Dion Peters' Beginners Guide to Music Managing

While music has always been part of her life, Dion entered artist management relatively recently, but the impressive success of her artist and son, Novelist, has shown that she has a natural talent for this work. Joining the music industry as a manager after previous roles as a key worker, helping homeless women in London, Dion is a mother of four and balances managing a family with managing Novelist. She is a regular guest on Novelist’s popular BBC 1Xtra show and has now branched out with her own show on Balamii radio, spreading positive vibes with her sharp and uplifting selections.

As part of our Abbey Road Equalise International Women’s Day celebrations, Dion is one of the remarkable women who has kindly offered up her time for our 121 mentoring sessions. If you’re looking at starting a career as an artist manager - you don’t want to miss this opportunity! To apply, send us a short video to equalise@abbeyroad.com explaining why you'd like a session with Dion and what you’d hope to get from it.

Ahead of her 121 sessions, Dion has very kindly shared some of her top tips and pointers for starting a career as an artist manager.

Dion's Top Tips for Becoming an Artist Manager

1. Do you believe in the art your artist produces?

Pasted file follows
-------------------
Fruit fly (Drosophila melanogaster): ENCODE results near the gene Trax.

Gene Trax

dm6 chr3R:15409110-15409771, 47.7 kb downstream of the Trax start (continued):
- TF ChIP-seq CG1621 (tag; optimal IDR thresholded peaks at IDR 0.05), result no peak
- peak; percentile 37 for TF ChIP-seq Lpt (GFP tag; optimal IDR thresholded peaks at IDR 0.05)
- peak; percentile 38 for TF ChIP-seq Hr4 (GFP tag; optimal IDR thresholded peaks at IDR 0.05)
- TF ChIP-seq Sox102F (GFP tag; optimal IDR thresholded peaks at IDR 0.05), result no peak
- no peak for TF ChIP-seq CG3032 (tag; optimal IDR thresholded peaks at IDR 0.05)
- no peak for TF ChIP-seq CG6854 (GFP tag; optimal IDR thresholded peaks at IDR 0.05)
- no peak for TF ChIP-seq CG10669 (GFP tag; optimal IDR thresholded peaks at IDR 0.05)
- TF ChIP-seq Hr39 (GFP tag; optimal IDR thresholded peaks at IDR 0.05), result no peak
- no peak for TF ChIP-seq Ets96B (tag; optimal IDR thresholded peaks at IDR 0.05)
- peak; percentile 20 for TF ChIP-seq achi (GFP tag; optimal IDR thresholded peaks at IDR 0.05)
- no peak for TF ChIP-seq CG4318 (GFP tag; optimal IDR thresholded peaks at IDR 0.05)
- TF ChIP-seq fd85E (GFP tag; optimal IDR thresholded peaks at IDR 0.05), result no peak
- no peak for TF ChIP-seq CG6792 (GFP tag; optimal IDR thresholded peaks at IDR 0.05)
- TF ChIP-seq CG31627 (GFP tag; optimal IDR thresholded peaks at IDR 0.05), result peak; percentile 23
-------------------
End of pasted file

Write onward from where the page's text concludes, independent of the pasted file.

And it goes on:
2. Can you commit to the role on a long or short term basis? It’s important to have realistic expectations, understanding that the road to success may be a marathon rather than a sprint.

3. Consider what transferable skills you already possess. The title of Music Manager may be daunting for some but it’s probable you already have some necessary skills.

4. Are you a good communicator? This will count and can mean the difference in receiving a yes or a no!

5. Is co-managing an option? This can present a perfect solution if one is time poor or inexperienced. It’s a way to potentially halve the workload and double the skill set.

6. Always always be polite and say thank you (if only for someone’s time).

7. Keep clear and up to date business contacts, inclusive of a small note of their job title and where you met. You may meet a number of people with the same name, so this will matter when it matters.

8. If one professional can’t help you, don’t be afraid to ask if they can sign-post you to someone else who can.

9. Take NO offence if (in fact 'when') people don’t get back to you when they say they will. Workloads are constantly shifting and people typically prioritise what’s important to them. Give a gentle reminder after which a slightly stronger 'sorry to chase' email is appropriate and typically does the job.

10. Discuss and set small realistic goals with your artist, including time frames within which to achieve them.

11. Though big, the music industry can be small in a sense that it’s a community wherein paths can cross frequently and people know each other. It’s important to remember that you are building the reputation of your artist and also yourself.

12. Start as you mean to go on, in terms of building your artist as a brand. As their manager, part of your responsibility is to give good counsel with a view to their future success. In and out of the world of social media, it’s far better to never put out anything that could be potentially damaging to the brand. This could be in speech or behaviour.